* Institutions in Algiers are stronger than men
* Scarred Algerians are wary of Arab Spring model
* But young Algerians feel left out from future
* Government needs to create jobs
* Islamist militants remain a threat
By Samia Nakhoul and Lamine Chikhi
ALGIERS, Dec 13 (Reuters) – Algerians are facing the eventual departure of their long-serving president, the ailing Abdelaziz Bouteflika, in the knowledge that all is being done to ensure little changes when he goes.
The 80-year-old leader, who has ruled the North African country for nearly two decades, was incapacitated by a stroke in 2013 but may decide to run again in the next presidential election due in May 2019.
Should he bow out, though, many Algerians believe the person elected to replace him will be secondary. Just as now, observers say, a powerful ruling caste dominated by the army will run the show from behind the scenes.
That may be good news for an aged and thinning party elite from the Front de Liberation National (FLN), allied business tycoons and generals – collectively known as “Le Pouvoir” or “The Powers That Be” – that has long managed Algeria’s politics.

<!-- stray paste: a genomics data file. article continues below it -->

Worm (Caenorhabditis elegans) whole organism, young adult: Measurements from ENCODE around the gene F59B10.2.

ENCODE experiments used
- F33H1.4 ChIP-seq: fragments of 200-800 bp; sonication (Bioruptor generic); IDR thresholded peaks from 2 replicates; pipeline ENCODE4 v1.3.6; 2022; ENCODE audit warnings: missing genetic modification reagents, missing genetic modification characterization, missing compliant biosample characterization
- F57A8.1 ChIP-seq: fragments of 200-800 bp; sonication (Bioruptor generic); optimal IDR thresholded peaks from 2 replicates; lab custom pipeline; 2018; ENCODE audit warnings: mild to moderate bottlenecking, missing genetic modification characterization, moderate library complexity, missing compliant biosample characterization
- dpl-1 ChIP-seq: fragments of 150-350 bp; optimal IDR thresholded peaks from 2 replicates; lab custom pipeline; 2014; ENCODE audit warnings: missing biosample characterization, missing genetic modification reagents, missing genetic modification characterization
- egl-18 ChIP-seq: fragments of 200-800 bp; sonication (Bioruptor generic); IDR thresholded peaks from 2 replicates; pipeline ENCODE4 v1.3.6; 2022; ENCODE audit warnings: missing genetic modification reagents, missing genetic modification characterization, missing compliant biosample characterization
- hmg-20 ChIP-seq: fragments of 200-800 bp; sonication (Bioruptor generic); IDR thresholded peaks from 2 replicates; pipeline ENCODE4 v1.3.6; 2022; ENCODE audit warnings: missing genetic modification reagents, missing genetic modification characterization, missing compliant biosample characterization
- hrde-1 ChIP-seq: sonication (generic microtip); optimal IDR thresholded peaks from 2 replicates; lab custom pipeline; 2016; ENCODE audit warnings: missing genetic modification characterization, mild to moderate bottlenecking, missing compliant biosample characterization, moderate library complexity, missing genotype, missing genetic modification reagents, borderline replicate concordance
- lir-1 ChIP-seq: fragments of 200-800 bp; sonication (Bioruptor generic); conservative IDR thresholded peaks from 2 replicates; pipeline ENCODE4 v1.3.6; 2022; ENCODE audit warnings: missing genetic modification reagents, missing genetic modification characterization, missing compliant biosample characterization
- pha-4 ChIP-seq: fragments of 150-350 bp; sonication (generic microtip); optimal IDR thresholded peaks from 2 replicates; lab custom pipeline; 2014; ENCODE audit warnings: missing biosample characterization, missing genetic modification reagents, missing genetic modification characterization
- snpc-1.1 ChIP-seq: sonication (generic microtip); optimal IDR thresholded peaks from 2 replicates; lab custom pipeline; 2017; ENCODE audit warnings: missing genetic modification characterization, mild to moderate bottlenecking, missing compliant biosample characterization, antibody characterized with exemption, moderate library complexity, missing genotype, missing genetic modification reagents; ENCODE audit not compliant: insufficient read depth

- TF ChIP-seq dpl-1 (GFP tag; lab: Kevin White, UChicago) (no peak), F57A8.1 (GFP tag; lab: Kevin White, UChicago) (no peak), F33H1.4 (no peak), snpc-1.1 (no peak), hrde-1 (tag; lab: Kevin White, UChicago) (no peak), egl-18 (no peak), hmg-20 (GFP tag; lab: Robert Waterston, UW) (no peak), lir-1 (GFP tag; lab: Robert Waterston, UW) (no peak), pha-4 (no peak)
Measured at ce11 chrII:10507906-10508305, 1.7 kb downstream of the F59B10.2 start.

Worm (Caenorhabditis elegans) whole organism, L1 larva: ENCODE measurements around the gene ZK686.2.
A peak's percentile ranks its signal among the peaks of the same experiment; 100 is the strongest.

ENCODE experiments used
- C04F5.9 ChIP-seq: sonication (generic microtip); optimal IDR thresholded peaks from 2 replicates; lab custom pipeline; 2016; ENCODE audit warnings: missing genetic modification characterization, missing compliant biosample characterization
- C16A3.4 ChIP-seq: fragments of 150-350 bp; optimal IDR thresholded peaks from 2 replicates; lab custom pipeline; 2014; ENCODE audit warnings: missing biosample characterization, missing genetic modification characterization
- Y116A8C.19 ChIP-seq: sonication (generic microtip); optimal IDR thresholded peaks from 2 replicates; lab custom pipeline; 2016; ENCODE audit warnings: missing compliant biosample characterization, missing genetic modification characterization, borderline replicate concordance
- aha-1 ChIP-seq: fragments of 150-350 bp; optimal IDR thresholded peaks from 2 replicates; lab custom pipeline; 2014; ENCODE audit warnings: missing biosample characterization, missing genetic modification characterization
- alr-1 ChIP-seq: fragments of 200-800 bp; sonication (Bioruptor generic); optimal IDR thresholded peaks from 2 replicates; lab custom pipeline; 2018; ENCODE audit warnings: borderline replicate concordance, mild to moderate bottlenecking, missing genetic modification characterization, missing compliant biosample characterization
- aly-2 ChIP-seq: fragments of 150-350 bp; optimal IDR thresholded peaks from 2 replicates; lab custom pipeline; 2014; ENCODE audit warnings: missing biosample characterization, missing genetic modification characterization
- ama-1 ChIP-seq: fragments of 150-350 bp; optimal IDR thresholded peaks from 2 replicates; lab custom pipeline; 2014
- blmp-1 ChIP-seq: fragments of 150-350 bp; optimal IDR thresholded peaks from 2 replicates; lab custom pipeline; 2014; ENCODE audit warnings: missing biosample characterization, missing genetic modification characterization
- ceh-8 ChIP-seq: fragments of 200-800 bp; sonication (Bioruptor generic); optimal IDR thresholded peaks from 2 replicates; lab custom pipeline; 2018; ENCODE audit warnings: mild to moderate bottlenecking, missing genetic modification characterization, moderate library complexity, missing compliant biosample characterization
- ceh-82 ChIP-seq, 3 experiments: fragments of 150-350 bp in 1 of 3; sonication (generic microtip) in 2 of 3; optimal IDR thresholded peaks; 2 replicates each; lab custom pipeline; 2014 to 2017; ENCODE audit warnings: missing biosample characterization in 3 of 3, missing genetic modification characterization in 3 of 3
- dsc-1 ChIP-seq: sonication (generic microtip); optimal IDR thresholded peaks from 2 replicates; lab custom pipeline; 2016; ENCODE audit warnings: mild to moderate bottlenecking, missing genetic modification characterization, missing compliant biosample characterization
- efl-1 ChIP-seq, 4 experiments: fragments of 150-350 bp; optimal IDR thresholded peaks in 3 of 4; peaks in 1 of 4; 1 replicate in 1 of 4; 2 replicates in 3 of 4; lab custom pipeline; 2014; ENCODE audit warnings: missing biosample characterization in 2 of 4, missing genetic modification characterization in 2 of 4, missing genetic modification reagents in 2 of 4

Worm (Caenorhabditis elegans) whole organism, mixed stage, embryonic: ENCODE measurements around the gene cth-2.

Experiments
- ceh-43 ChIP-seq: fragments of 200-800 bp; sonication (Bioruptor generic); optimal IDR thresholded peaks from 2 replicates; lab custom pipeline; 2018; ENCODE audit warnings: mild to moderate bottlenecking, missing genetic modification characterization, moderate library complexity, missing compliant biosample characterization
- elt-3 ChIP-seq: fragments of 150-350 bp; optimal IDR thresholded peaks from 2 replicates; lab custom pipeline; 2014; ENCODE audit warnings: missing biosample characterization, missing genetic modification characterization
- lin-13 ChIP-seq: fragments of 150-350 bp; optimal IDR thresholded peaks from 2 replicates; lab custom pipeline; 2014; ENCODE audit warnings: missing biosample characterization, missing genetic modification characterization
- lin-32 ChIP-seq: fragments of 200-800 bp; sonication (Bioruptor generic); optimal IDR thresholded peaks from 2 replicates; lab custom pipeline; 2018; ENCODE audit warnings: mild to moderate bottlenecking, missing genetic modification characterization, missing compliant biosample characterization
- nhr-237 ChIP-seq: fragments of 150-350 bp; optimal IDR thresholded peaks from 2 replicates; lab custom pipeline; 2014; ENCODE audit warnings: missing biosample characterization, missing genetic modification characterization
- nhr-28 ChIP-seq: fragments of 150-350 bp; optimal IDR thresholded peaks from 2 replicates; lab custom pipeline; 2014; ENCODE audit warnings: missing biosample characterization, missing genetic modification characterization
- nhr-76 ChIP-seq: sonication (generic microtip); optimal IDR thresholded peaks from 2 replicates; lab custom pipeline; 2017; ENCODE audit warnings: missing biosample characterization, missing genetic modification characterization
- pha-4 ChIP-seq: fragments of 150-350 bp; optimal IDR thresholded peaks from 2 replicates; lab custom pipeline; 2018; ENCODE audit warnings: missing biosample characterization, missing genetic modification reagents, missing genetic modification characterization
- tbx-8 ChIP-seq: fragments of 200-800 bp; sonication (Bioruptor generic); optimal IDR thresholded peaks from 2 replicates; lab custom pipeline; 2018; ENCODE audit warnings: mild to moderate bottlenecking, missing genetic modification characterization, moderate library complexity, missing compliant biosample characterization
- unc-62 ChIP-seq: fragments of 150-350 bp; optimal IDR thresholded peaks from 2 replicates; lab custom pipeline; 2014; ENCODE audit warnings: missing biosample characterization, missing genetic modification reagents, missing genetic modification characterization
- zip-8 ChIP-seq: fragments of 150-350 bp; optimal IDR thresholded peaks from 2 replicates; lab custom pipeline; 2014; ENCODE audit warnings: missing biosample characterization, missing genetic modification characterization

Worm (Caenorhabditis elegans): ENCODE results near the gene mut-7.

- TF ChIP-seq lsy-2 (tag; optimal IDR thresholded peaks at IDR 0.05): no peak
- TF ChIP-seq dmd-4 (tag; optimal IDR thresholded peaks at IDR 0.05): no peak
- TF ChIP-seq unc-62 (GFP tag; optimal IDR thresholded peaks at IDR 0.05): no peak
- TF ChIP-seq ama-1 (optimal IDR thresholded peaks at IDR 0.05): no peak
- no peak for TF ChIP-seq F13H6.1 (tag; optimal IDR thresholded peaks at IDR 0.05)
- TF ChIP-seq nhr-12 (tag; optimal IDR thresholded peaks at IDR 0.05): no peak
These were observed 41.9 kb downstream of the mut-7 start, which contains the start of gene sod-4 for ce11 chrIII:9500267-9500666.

It is a source of frustration, however, for young Algerians who have known no other leader. They worry less about who is in charge and more about jobs at a time of high unemployment, low oil prices and economic austerity.
For Samir Abdelaoui, who studies at a private English language school, leaving the country may offer the way out. “I don’t care about politics, all I need is a decent job, if not here, then overseas. I want a visa, not a president,” said Abdelaoui, who is learning English to increase his chances of getting a work visa abroad.
Speculation is rife abroad over what will happen to Algeria after the departure of Bouteflika, who has visited Europe several times for treatment and remained in hospital in France for months after his stroke. But inside Algeria, an apparent oasis of stability in a chaotic region, the…